On Thursday, Oct. 13th, I took some time away from my normal professorial duties to attend a lunchtime forum entitled “Chicago’s Water: Protecting Our Precious Resource,” sponsored by the Chicago Council on Science and Technology. The event was held in the 18th floor “Wolf Point Ballroom” in the Holiday Inn Chicago Mart Plaza, literally right off that parking lot that sits on Wolf Point. Floor to ceiling views of the Chicago River and the skyline made for a dramatic setting for the event and the ensuing conversation about the history and future of water management in Chicago.
I couldn’t help but notice the remarkably clear view of the Combined Sewage Outfall (CSO) location where my students and I rafted up our canoes the previous weekend in the Loop and discussed the impact of stormwater overflows of untreated wastewater on the ecology of the Chicago River. It was both odd and inspiring to view that location from up high, only a few days later.
This exceptionally interesting forum featured a keynote address by Debra Shore, an Metropolitan Water Reclamation District commissioner who, unlike most commissioners past and present, actually has a long track record in environmental conservation and advocacy. She is one of the drivers of the recent turnaround in MWRD policy with respect to the disinfection of wastwater. Shore’s presentation highlighted the history of Chicago’s development and its relation to the river, the technological changes that have been wrought upon the latter, the key issues facing us in the 21st century (water quality, Asian Carp, hydrological separation, etc.), and a broad question at the end: “Can Chicago become Nature’s Metropolis for the 21st Century?” In the latter, she implied that how we manage the river will be a large part of the answer to that question.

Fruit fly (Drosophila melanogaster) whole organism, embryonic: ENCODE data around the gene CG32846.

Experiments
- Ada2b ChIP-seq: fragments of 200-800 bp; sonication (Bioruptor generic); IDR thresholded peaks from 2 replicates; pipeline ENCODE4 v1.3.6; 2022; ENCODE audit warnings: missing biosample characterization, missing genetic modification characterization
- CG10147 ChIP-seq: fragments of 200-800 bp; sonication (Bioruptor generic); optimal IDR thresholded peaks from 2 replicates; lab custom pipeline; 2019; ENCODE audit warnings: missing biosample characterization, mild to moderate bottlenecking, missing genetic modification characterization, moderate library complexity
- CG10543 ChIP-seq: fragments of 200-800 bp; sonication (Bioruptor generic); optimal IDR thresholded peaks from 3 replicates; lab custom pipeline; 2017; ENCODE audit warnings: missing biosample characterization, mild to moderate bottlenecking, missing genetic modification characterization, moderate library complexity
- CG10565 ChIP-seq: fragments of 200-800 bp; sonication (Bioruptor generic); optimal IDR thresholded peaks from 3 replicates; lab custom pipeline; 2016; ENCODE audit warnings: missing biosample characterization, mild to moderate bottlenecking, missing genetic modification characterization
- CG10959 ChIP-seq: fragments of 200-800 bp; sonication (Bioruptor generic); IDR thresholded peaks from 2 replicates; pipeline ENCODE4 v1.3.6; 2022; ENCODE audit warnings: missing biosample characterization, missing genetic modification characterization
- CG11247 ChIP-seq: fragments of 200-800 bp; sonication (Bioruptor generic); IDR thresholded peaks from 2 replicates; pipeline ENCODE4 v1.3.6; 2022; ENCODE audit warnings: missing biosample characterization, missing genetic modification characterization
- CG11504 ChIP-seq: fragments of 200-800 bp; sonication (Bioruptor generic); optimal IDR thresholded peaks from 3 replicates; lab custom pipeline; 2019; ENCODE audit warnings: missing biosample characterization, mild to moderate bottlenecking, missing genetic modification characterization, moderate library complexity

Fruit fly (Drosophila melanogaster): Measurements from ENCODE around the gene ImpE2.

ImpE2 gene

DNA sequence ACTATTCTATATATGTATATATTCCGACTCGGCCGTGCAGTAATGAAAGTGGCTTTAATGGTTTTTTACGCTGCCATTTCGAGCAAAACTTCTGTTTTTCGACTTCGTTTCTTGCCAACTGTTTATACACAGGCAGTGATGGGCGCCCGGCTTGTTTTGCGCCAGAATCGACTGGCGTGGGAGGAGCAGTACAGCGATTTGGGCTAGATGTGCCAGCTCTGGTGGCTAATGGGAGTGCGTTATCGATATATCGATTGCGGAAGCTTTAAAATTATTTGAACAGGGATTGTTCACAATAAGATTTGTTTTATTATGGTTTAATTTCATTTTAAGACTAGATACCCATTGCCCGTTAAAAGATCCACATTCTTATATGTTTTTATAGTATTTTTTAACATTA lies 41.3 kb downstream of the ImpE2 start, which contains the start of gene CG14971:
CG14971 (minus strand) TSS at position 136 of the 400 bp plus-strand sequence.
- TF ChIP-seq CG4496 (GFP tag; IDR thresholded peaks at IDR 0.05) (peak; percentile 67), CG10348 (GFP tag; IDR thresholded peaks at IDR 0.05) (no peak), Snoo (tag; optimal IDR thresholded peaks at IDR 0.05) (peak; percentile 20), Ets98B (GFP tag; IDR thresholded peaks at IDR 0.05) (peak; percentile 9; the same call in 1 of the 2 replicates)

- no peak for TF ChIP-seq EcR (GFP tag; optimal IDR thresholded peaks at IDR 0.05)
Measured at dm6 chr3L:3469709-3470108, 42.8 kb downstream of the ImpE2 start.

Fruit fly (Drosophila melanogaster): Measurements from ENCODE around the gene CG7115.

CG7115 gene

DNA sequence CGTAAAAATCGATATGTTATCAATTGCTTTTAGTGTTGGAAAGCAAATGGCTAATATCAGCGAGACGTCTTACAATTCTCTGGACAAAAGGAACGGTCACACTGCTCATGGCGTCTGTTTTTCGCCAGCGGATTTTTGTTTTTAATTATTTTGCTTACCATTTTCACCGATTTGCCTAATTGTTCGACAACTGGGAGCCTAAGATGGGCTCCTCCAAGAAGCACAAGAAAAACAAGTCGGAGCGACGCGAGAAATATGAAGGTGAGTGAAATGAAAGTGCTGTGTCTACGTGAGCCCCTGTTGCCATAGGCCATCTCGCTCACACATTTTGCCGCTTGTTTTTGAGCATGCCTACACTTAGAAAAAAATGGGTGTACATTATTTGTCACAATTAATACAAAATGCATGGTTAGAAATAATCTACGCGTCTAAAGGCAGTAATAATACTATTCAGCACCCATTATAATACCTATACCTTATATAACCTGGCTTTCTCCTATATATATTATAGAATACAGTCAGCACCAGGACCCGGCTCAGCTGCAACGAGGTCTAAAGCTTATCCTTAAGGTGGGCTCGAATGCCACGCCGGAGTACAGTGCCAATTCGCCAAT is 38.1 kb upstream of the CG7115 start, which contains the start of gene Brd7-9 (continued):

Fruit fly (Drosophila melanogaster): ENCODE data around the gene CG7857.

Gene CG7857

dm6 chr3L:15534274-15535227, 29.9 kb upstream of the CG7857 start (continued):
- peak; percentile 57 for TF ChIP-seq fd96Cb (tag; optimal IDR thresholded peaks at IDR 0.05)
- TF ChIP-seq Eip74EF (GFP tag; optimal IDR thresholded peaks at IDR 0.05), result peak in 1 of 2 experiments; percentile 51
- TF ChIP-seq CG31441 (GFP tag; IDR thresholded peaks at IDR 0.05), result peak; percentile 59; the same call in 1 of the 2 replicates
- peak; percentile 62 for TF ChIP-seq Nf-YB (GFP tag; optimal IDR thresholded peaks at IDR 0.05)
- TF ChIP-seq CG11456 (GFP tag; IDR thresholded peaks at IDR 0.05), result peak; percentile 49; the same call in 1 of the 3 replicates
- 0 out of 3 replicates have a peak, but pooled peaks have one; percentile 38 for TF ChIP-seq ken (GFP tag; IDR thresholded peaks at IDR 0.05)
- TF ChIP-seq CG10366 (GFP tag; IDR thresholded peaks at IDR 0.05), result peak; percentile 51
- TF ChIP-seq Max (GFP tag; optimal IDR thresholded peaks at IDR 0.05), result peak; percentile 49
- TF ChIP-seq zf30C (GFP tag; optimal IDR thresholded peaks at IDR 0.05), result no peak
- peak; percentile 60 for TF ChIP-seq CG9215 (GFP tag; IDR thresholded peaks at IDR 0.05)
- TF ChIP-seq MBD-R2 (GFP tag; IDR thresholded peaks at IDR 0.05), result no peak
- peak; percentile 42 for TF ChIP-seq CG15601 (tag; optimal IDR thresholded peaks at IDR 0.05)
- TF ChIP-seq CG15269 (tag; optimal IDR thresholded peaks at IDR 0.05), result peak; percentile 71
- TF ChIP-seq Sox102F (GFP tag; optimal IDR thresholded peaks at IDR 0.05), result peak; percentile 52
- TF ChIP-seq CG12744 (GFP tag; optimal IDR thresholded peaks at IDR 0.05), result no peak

Shore’s keynote was followed by an immensely interesting panel discussion moderated by Howard Learner, an attorney who runs the Environmental Law and Policy Center (a local environmental think-tank and non-profit). The panelists included Tinka Hyde, acting director of the USEPA Region 5’s water division; Andrew Richardson, an wastewater engineer and CEO of Greeley and Hanson; and Martin Felsen, a principal architect at the UrbanLab design firm and professor at IIT who specializes in the design of green infrastructure in urban environments.
One key theme that repeatedly came up during the forum’s dialogue was the notion of separating the watersheds as a way to improve water conservation and prevent invasive species (notably the carp) from entering the GLs. Surprisingly, none of the engineers on the panel or in the audience claimed that such a separation was technically impossible, or even too costly to attempt. What they repeatedly cited was the need for the political will and creation of effective avenues of communication and collaboration to do it. If that happened, then the technology could be brought to bear productively. This view was even espoused by Dick Lanyon, the longtime engineer for and then manager of the MWRD who retired in 2010 and who was at this meeting (coincidentally, I sat next to him and got to bend his ear for several minutes after the program). Lanyon is a key source about water management in the Chicago region in Peter Annin’s 2006 book, The Great Lakes Water Wars .
Another issue that was discussed was the status of the current studies underway to assess the feasibility and impacts of hydrological separation. The Army Corps of Engineers’ study was cited several times, favorably, despite it’s rather slow projected timeline that has raised the pique of neighboring Great Lakes states; and Tinka Hyde, the EPA rep, noted that USEPA was collaborating with the Corps on this process.
No mention of the long timeline was made. Neither was the parallel and comparatively fast-track study by the Michigan-based Great Lakes Commission even mentioned. I was going to ask a question about this in the Q-and-A period, but the panel ran out of time since there was so much discussion after the formal presentations.
Those interested in following up on the status of the GLC’s planning process, as well as learning more about the environmental and ecological prospects of hydrologically separating the Great Lakes and Mississippi River watersheds can read more about it here and/or attend a public webinar on Oct. 24th for the GLC’s Chicago Area Waterway Study.